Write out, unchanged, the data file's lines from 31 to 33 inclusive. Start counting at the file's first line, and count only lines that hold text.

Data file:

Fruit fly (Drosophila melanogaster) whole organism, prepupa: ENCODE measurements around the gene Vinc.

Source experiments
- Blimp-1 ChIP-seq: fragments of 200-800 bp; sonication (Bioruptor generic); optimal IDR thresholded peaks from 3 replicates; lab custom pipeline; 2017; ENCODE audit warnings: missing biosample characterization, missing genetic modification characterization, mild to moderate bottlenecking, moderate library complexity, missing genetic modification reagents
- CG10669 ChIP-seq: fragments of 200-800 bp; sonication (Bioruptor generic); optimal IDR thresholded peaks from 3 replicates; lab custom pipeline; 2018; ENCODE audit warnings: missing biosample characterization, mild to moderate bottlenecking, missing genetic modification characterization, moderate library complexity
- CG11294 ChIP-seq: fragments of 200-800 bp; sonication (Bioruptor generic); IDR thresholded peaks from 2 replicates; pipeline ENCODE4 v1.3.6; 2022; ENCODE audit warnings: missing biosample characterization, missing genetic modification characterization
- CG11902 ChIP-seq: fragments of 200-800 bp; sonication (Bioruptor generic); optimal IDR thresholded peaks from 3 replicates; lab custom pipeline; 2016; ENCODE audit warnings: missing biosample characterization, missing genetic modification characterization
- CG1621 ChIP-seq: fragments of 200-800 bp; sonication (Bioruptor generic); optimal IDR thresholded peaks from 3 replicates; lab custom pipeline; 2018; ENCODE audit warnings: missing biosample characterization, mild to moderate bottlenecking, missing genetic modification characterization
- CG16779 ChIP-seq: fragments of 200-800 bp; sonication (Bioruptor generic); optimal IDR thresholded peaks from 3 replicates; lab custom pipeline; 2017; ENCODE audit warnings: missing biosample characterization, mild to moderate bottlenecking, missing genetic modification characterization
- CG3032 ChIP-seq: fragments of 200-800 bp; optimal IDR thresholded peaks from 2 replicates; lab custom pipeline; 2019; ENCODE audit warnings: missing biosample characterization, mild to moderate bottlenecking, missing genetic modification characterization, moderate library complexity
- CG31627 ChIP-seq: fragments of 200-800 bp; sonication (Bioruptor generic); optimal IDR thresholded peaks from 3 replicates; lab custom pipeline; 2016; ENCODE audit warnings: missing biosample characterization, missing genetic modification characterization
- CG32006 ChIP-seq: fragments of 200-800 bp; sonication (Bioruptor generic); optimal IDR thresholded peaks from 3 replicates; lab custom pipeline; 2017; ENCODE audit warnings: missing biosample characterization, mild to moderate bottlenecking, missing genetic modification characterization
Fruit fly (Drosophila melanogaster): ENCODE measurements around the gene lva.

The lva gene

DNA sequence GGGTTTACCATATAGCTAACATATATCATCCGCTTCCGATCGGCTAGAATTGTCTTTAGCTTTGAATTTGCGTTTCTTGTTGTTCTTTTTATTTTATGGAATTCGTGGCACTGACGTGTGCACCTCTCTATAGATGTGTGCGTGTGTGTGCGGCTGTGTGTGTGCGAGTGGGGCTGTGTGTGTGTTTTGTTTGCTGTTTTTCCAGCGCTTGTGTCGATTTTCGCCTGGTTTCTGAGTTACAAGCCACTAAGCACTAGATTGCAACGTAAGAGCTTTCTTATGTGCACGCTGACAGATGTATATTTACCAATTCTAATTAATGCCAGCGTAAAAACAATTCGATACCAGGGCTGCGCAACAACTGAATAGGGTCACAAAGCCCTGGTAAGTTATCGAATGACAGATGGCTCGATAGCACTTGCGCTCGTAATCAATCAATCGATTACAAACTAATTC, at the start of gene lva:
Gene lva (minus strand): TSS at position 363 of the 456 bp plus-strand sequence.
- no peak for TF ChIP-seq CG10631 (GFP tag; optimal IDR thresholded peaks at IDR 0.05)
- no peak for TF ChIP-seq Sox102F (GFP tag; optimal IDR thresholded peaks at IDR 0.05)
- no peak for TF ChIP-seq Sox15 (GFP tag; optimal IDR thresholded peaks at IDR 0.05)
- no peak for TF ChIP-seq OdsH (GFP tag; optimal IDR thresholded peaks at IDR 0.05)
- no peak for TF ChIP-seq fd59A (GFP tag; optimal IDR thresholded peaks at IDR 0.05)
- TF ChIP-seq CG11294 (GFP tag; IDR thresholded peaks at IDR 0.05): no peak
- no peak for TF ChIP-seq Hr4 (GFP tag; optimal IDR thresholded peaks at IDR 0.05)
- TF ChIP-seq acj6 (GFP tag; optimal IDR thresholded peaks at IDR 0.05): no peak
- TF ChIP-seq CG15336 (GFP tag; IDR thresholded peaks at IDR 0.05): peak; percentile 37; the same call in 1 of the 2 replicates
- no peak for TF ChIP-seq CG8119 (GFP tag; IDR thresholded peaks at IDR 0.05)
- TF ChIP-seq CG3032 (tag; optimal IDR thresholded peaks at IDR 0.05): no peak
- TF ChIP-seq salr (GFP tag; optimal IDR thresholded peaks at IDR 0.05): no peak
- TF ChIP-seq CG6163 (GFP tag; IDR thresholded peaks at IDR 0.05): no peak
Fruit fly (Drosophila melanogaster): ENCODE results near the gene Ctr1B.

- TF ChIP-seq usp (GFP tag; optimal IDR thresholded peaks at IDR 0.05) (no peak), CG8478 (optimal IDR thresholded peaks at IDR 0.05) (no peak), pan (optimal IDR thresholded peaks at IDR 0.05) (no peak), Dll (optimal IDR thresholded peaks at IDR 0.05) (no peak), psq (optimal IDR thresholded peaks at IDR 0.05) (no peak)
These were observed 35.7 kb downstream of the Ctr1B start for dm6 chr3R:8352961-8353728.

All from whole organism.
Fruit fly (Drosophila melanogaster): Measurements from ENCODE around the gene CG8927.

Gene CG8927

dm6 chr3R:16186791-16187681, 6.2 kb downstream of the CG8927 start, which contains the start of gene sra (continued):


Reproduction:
These were observed 35.7 kb downstream of the Ctr1B start for dm6 chr3R:8352961-8353728.

All from whole organism.
Fruit fly (Drosophila melanogaster): Measurements from ENCODE around the gene CG8927.